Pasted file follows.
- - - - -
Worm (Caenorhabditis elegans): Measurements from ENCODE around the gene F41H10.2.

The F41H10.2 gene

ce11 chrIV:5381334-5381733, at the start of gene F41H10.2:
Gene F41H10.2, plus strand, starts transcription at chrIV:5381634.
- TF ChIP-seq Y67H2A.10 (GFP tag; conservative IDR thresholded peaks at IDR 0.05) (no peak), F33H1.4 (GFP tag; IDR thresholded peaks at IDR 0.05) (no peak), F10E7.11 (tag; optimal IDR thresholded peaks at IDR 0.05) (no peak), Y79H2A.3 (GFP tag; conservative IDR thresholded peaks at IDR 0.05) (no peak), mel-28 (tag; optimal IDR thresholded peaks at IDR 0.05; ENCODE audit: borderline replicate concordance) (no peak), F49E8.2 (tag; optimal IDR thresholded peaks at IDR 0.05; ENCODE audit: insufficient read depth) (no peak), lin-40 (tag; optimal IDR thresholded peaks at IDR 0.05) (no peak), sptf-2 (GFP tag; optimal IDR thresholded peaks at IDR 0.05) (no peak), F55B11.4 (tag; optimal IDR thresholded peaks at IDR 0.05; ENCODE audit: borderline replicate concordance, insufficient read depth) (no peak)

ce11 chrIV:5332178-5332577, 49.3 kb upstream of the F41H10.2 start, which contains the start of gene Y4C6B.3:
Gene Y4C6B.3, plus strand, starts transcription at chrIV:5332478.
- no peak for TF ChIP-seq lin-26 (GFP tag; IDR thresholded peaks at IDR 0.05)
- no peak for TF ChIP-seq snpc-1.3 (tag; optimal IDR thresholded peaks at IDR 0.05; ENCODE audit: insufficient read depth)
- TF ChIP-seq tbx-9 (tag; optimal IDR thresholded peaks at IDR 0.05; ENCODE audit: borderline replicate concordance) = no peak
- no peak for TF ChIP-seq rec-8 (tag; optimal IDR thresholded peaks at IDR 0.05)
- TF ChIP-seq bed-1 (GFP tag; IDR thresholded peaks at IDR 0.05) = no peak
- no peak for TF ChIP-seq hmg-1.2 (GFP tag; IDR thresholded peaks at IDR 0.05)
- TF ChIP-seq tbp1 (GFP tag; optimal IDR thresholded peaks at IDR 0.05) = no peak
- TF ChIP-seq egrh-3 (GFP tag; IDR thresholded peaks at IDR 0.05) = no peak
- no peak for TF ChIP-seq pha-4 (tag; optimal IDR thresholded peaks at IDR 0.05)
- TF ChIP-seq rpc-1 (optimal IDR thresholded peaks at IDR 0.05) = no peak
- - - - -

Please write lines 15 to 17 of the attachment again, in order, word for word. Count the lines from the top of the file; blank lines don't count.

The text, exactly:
- TF ChIP-seq egrh-3 (GFP tag; IDR thresholded peaks at IDR 0.05) = no peak
- no peak for TF ChIP-seq pha-4 (tag; optimal IDR thresholded peaks at IDR 0.05)
- TF ChIP-seq rpc-1 (optimal IDR thresholded peaks at IDR 0.05) = no peak